Travel

3 Day Itinerary for Visiting Cooperstown and The National Baseball Hall of Fame

Many baseball fans dream of one day visiting Cooperstown and the National Baseball Hall of Fame. Before I ever played in my first Little League game, I wanted to stand in front of the uniforms of great players like Babe Ruth, Willie Mays, Lou Gehrig, Jackie Robinson, and so many others. It took me 40 years to finally make the trip to Cooperstown and I’m so thankful I made the trip with my kids.

There’s more to do in Cooperstown than the National Baseball Hall of Fame. You can take a day and visit the Hall of Fame, or turn it into a relaxing 3-day vacation and enjoy the beautiful town and the peaceful Lake Oswego. The itinerary my kids and I used helped us see everything we wanted to see while still being able to relax. If you’re planning on visiting Cooperstown, look over my itinerary and it will probably work for you.

DAY 1:

The Farmers’ Museum:

The Farmers’ Museum sits on land that was once owned by James Fennimore Cooper and has been a working farm since 1813. The museum opened to the public in 1944 and continues to educate city folk like me on what farming life looked like years ago, and what it’s like now to work on a farm.

There are many buildings on site, with each one serving a purpose; such as a blacksmith shop, chicken coup, stable, and even an old church. Employees are stationed throughout the farm to answer questions and to demonstrate farming life. As we moved around, I shared some stories I knew about my grandfather and great-grandfathers. There was some equipment that I recognized from visiting my great grandfather when I was a little boy and I did my best to explain their purpose.

Tickets for adults are $7.50 on the weekends and $5 Monday – Friday. For kids 7-13, tickets are $3.00. Kids under 6 are free. The museum is open daily from 10 am to 5 pm.

The National Baseball Hall of Fame:

When we picked up our tickets to the National Baseball Hall of Fame, my kids received a scavenger hunt sheet full of questions with answers found in the exhibits. My 16-year-old acted like he didn’t want to fill out a paper and volunteered to help his younger siblings, but if kids fill out the paper and turn them in at the end of their visit, they receive a packet of baseball cards. Since I wanted everyone to have their own pack, I filled out the questionnaire my oldest received. This sheet helped me by entertaining my kids so I could spend more time perusing the plethora of baseball memorabilia. As we toured the museum, it was obvious I wasn’t the only dad filling out a kid’s sheet.  Everywhere you looked, there was a dad holding a paper and pencil while their kids wandered around. Occasionally, I would greet other dads with a smile of acknowledgment.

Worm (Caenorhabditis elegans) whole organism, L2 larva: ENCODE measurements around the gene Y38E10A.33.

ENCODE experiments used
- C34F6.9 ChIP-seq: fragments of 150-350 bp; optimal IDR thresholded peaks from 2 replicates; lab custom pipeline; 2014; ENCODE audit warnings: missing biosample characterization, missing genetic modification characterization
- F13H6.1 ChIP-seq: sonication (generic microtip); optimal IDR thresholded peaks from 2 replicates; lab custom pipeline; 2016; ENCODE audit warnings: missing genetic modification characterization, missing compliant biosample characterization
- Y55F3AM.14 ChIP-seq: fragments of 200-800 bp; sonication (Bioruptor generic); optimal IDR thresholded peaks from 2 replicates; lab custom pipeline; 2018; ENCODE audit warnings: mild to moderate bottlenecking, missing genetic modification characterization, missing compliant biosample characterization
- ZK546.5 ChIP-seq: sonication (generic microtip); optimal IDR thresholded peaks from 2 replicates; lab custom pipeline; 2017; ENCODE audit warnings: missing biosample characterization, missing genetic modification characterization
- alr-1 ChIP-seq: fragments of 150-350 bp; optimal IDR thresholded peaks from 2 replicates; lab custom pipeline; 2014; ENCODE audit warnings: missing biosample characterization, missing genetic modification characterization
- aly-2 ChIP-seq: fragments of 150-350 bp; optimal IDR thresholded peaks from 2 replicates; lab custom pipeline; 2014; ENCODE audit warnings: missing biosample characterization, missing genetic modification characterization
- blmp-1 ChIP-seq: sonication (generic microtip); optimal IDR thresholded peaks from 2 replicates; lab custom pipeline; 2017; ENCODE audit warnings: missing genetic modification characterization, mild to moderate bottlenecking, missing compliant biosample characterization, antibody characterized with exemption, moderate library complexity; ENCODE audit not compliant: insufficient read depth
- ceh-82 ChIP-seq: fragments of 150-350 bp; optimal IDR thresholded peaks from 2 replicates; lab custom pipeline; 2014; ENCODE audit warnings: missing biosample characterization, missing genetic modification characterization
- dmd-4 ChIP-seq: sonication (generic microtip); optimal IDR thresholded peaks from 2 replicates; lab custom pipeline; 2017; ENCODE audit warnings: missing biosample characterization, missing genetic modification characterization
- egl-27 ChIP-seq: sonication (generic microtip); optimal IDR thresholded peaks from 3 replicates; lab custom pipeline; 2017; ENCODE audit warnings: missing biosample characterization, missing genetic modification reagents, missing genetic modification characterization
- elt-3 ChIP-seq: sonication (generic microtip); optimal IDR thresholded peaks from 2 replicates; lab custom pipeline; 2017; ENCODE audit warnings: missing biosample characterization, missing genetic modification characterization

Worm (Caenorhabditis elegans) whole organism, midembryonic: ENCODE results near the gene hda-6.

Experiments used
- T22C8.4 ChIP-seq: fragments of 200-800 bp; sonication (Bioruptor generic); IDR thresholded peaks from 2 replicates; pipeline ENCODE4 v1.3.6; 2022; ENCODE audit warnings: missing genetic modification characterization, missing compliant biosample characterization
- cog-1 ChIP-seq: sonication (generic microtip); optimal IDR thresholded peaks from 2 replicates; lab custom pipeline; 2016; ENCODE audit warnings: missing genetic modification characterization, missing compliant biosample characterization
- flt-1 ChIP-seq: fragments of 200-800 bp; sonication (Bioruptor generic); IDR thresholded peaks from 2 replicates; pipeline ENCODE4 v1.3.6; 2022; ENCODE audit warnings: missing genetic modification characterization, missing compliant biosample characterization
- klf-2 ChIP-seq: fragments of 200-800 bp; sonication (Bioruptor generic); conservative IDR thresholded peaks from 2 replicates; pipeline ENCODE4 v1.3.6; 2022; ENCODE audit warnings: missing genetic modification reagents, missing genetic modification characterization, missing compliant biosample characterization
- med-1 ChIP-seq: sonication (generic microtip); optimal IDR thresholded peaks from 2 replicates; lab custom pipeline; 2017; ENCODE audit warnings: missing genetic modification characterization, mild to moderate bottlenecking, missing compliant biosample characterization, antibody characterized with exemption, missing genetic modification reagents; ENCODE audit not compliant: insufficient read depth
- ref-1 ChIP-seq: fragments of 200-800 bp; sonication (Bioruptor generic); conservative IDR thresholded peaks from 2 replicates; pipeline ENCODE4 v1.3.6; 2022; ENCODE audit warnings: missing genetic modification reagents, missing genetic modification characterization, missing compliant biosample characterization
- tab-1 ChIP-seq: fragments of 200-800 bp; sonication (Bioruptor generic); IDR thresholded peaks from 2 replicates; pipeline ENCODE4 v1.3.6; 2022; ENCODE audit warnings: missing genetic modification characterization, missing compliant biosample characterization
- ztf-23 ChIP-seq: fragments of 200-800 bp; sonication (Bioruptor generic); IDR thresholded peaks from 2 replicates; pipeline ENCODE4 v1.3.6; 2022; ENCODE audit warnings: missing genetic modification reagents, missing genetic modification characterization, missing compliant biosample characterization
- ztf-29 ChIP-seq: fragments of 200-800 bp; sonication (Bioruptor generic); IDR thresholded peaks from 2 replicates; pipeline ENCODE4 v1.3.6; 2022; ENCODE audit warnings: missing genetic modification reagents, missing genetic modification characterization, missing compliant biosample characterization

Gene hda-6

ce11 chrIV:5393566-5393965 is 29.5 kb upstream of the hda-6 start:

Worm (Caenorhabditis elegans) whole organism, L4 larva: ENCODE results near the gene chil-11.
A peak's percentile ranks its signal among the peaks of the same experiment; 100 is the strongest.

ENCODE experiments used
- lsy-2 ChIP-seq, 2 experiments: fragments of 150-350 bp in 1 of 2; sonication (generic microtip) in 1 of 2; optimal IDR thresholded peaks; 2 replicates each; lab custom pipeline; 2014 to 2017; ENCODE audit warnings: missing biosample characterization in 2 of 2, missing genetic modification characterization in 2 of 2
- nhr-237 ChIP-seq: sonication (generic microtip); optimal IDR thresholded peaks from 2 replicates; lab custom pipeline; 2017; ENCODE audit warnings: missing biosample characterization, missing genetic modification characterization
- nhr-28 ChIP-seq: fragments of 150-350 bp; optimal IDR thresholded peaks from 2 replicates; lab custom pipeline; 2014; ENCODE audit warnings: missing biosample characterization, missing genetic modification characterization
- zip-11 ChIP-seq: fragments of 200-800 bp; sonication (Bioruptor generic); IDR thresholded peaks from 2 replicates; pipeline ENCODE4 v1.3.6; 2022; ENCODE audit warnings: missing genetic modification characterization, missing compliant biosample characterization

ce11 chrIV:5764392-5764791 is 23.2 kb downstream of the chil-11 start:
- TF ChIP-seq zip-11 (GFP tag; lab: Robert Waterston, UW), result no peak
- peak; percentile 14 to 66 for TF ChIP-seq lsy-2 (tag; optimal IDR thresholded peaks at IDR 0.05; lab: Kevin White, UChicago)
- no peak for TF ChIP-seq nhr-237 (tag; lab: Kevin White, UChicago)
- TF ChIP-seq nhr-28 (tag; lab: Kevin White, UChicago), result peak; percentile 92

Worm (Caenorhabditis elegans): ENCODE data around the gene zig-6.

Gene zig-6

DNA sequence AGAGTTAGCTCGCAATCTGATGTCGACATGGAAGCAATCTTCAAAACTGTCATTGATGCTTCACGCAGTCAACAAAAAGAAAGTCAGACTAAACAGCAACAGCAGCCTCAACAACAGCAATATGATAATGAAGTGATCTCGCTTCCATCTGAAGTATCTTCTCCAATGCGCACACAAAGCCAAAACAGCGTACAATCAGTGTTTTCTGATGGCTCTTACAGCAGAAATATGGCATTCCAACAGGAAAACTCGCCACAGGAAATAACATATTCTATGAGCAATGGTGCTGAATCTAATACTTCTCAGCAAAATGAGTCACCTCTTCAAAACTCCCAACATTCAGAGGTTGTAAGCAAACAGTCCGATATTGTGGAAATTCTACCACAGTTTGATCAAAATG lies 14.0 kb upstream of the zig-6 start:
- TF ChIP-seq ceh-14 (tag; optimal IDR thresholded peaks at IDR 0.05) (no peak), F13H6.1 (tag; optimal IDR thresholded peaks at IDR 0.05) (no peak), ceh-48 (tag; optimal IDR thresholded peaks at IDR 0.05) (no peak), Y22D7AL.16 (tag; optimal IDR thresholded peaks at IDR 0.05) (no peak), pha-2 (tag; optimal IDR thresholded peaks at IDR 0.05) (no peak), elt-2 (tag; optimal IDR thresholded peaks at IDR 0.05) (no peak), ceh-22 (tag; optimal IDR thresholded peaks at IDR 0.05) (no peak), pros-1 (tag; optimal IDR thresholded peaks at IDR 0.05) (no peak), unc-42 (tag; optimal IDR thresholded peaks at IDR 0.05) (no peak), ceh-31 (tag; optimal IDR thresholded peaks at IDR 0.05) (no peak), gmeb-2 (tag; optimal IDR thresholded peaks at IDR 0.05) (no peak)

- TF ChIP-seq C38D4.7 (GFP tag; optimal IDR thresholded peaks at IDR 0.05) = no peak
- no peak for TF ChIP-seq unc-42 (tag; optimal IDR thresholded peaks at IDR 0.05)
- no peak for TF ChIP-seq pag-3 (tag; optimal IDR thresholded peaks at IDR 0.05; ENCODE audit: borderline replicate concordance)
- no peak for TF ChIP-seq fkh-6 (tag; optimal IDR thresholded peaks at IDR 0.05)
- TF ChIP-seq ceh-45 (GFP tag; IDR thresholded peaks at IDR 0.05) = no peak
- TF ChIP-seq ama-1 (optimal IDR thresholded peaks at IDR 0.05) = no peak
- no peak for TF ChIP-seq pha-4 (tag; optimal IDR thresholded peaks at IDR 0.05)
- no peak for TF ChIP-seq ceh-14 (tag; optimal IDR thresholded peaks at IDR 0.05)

As I walked around the Hall of Fame, it took me back to being that kid on the floor of my bedroom who loved baseball. I relived staring at my TV during George Brett’s pine tar incident while looking at the bat that caused the controversy. Nolan Ryan’s jersey hung before me and I recalled being in awe of his 5,000 strikeouts and the cool baseball cards all the kids wanted to collect, which included his name and statistics. Pete Rose’s shoes and bat brought me back to glorifying his playing style and being heartbroken by his gambling and exit from baseball. Cal Ripken’s helmet sat behind the glass, and I was once again admiring his commitment to baseball and to the fans. We also walked through exhibits discussing Baseball’s racist past, the Negro Leagues, and the great Jackie Robinson. We walked through other exhibits honoring Latin players and the women who played. With each stop, I talked to my kids about the players and the memories they stirred.

Tickets are timed and it’s recommended to buy your tickets ahead of time. You don’t want to show up and try and purchase your tickets the same day. It’s possible you will not be allowed to enter.
Kids under 6 are free.
Adults and Seniors are $25.
Juniors are $15.
Veterans receive a $7 discount with proof of service.
To purchase your timed tickets, click here.

The museum is open  7 days a week from 9 am to 5 pm. (Subject to change once COVID restrictions ease.)

Lake-N-Pines Motel

When you’re vacationing with kids, the place where you sleep needs as much consideration as what you do while on vacation. Because I have 4 kids, not only do I need to find a place where all my kids can sleep comfortably, but I need a place that has onsite activities. The hotel/motel/B&B that we choose is a place to come back to and unwind after touring. Since I am a travel blogger, I need to do a little work while traveling. To get work accomplished, I need to wear out my kids. The Lake ‘N’ Pines Motel in Cooperstown fit all of our needs and was the perfect place for us to stay.

Lake ‘N’ Pines sits alongside Otsego Lake and boaters can tie their boat up at the dock. Guests can also rent kayaks to take out on the lake right from the Lake ‘N’ Pines dock. Our room had a deck overlooking Otsego Lake, that I used as a workspace while listening to all the lovely lake noises. The deck and lake background was also a pleasant spot to enjoy a glass of bourbon from Cooperstown Distillery.